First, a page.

After GSU organizers did their first walkthrough in the Computer Science department in July 2022, the tactic immediately became and remains the cornerstone of the campaign. Leaders continue to train new organizers on walkthroughs and office conversation, emphasizing the core principle that: where there are walks, the union has a presence, and where the union has a presence, anti-unionism does not have an environment to breathe or grow.
GSU began asking workers to sign union cards on the first day of Autumn quarter 2022, and signed 1,200 members up in the first 24 hours. Building on the momentum of a successful card launch, organizers were able to build up robust organizing committees in the Molecular Engineering and Biological Sciences division, two areas which had historically lacked a major presence in GSU. The Pritzker School of Molecular Engineering did not exist during the 2017 campaign, and the Biological Sciences Division struggled with an intense anti-union campaign. Reflecting on the change, Sierra Schwabach of Cell and Molecular Biology said, “It seemed that senior graduate workers were more hesitant to support a union, and that hesitation came from union busting efforts on campus stemming from the 2017 campaign. Those hesitations were resolved through meaningful conversations with our colleagues, as well as the swell of union support across campus. Now, the BSD is one of the best organized divisions.”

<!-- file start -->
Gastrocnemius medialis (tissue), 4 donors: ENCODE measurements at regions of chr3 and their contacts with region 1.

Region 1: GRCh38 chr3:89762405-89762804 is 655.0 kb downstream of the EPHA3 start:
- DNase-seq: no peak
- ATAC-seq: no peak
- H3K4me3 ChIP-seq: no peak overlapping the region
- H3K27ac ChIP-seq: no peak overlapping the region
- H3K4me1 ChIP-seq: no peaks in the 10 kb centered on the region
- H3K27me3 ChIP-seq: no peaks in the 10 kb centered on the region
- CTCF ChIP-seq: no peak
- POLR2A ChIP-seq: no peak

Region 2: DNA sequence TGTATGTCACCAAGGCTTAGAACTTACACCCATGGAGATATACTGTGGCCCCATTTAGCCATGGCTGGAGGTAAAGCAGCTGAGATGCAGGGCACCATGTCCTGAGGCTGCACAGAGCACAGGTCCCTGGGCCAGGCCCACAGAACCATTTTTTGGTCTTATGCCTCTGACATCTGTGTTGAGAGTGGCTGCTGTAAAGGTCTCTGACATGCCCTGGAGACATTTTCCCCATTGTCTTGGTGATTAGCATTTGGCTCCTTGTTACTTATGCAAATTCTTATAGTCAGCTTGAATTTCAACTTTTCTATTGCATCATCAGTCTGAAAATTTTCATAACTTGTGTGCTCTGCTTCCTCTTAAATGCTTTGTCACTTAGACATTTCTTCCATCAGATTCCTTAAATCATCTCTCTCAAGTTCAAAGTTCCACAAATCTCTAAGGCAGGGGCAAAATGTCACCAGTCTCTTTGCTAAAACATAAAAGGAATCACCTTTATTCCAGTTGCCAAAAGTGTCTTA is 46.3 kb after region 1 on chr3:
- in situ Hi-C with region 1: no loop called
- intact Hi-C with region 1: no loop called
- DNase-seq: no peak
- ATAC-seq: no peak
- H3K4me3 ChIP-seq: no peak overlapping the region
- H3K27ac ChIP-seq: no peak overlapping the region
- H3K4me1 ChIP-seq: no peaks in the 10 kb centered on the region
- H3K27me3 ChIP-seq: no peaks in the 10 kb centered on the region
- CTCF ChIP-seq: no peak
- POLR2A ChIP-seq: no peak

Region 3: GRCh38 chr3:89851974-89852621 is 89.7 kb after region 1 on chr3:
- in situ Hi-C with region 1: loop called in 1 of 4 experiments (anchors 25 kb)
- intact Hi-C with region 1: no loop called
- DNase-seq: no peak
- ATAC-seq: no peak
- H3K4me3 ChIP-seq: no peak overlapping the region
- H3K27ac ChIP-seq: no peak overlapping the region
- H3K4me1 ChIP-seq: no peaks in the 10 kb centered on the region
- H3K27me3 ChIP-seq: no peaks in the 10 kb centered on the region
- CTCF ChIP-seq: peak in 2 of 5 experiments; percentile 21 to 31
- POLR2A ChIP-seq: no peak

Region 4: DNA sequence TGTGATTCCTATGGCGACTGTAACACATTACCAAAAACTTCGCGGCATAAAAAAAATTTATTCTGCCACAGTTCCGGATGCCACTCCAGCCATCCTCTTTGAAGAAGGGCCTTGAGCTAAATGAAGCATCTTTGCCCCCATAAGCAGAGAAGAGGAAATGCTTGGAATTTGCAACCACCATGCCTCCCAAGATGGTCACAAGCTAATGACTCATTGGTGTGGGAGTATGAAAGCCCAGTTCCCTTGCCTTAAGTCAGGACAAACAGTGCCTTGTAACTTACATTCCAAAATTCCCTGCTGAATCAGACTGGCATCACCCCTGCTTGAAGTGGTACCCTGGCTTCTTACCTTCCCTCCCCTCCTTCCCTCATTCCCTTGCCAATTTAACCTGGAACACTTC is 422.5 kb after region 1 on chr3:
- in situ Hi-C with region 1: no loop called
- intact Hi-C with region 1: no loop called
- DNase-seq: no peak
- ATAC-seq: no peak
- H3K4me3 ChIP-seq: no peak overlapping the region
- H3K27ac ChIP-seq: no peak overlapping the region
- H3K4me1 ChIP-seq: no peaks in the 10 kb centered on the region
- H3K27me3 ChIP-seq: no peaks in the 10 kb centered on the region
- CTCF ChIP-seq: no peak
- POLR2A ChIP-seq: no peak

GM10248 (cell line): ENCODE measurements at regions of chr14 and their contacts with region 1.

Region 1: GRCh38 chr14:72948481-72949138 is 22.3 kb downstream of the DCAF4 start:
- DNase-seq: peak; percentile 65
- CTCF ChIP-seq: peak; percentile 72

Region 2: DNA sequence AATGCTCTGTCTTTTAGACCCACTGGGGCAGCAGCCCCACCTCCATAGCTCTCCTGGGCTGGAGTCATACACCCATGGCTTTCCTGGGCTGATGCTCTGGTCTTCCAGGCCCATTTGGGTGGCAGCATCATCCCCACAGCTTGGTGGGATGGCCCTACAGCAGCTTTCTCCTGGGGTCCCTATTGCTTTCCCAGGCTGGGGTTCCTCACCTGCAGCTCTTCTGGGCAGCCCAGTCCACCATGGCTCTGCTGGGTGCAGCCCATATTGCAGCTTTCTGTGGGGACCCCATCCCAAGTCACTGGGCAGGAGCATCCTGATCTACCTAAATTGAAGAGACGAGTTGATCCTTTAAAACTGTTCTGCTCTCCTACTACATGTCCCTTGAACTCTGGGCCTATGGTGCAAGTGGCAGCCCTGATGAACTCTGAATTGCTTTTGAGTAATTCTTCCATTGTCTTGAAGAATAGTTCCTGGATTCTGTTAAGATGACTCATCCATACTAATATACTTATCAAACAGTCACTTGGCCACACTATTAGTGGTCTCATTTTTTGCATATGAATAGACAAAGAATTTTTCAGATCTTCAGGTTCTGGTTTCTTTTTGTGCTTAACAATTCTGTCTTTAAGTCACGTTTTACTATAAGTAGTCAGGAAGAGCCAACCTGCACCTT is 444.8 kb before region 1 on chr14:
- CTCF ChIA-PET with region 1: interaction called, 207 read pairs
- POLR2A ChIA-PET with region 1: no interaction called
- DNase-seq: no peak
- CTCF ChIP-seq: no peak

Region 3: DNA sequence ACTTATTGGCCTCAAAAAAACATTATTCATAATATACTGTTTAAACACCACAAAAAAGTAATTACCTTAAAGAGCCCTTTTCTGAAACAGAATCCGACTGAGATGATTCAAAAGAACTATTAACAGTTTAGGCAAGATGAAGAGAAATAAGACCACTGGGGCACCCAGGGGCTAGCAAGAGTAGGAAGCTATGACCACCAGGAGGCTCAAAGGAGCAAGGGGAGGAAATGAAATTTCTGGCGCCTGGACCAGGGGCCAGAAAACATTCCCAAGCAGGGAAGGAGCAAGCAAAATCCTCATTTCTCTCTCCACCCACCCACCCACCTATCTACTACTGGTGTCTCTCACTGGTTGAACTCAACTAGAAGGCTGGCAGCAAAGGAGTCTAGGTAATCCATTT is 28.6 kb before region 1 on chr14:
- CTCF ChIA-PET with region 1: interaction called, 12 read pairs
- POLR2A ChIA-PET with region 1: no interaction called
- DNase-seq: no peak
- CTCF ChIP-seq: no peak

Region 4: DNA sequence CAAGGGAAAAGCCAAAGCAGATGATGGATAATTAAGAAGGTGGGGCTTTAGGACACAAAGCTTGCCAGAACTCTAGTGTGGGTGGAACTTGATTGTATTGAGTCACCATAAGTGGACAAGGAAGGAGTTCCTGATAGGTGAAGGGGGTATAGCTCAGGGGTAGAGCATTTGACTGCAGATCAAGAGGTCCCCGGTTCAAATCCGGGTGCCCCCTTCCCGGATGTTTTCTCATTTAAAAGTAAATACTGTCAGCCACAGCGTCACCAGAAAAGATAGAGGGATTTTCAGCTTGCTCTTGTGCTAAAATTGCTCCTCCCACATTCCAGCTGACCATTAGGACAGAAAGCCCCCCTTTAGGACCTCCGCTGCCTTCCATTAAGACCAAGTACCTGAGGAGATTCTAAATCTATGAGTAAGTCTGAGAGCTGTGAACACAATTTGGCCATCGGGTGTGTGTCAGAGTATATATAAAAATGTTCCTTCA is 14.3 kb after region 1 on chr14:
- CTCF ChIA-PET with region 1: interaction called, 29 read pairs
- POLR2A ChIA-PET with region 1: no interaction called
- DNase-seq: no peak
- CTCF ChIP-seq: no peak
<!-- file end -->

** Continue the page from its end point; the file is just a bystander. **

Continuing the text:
When GSU filed for an election at the end of November 2022, we had a majority or supermajority in every single division, including among the Booth School of Business PhDs. The union also organized a swift, impressive campaign in the Harris School of Public Policy when the administration added hundreds of Master of Public Policy students to the unit after initially resisting the inclusion of the school, which is separated from most of campus and whose workforce is especially transient due to short degree programs.
Organizers were particularly proud to achieve an extraordinary supermajority in the Economics Department, with 83 percent signing union cards. “During the card campaign, a faculty member expressed concern that unionization could potentially result in wage compression across the university, insinuating that the Economics Department, with its relatively high stipends, would have relatively little to gain,” said Karen Wu, a bargaining committee member from that department. “Despite this assertion, the graduate workers in the department remained committed to organizing, recognizing the value of supporting our colleagues in other departments and acknowledging that collective action could yield benefits for all of us.”